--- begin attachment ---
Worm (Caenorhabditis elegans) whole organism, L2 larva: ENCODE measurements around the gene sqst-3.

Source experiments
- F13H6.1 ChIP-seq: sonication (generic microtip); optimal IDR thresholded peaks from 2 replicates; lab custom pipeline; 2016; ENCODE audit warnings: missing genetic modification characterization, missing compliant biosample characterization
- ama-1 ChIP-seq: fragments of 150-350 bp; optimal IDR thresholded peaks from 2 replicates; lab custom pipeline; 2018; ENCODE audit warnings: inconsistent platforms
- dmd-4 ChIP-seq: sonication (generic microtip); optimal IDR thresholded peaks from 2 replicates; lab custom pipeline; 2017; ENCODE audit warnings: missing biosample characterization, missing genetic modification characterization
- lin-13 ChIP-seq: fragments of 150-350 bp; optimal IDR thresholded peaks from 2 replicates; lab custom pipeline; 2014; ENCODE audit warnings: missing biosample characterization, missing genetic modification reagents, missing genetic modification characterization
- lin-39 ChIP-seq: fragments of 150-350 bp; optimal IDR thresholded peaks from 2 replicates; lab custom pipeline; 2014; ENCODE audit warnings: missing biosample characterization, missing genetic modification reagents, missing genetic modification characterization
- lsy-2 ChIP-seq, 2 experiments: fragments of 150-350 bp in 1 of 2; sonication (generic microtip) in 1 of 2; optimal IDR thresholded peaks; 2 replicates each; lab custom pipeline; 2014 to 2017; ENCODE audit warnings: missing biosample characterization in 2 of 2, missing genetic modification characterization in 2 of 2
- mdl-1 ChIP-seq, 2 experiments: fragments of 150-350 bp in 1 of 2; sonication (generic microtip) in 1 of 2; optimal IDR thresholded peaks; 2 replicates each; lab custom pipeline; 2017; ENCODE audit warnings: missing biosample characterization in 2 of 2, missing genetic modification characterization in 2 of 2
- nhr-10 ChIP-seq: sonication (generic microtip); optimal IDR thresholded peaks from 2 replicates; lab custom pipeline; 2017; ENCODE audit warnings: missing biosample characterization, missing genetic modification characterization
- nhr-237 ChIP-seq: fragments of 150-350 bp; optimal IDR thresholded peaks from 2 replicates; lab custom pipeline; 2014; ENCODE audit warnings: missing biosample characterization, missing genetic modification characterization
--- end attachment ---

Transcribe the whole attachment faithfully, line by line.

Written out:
Worm (Caenorhabditis elegans) whole organism, L2 larva: ENCODE measurements around the gene sqst-3.

Source experiments
- F13H6.1 ChIP-seq: sonication (generic microtip); optimal IDR thresholded peaks from 2 replicates; lab custom pipeline; 2016; ENCODE audit warnings: missing genetic modification characterization, missing compliant biosample characterization
- ama-1 ChIP-seq: fragments of 150-350 bp; optimal IDR thresholded peaks from 2 replicates; lab custom pipeline; 2018; ENCODE audit warnings: inconsistent platforms
- dmd-4 ChIP-seq: sonication (generic microtip); optimal IDR thresholded peaks from 2 replicates; lab custom pipeline; 2017; ENCODE audit warnings: missing biosample characterization, missing genetic modification characterization
- lin-13 ChIP-seq: fragments of 150-350 bp; optimal IDR thresholded peaks from 2 replicates; lab custom pipeline; 2014; ENCODE audit warnings: missing biosample characterization, missing genetic modification reagents, missing genetic modification characterization
- lin-39 ChIP-seq: fragments of 150-350 bp; optimal IDR thresholded peaks from 2 replicates; lab custom pipeline; 2014; ENCODE audit warnings: missing biosample characterization, missing genetic modification reagents, missing genetic modification characterization
- lsy-2 ChIP-seq, 2 experiments: fragments of 150-350 bp in 1 of 2; sonication (generic microtip) in 1 of 2; optimal IDR thresholded peaks; 2 replicates each; lab custom pipeline; 2014 to 2017; ENCODE audit warnings: missing biosample characterization in 2 of 2, missing genetic modification characterization in 2 of 2
- mdl-1 ChIP-seq, 2 experiments: fragments of 150-350 bp in 1 of 2; sonication (generic microtip) in 1 of 2; optimal IDR thresholded peaks; 2 replicates each; lab custom pipeline; 2017; ENCODE audit warnings: missing biosample characterization in 2 of 2, missing genetic modification characterization in 2 of 2
- nhr-10 ChIP-seq: sonication (generic microtip); optimal IDR thresholded peaks from 2 replicates; lab custom pipeline; 2017; ENCODE audit warnings: missing biosample characterization, missing genetic modification characterization
- nhr-237 ChIP-seq: fragments of 150-350 bp; optimal IDR thresholded peaks from 2 replicates; lab custom pipeline; 2014; ENCODE audit warnings: missing biosample characterization, missing genetic modification characterization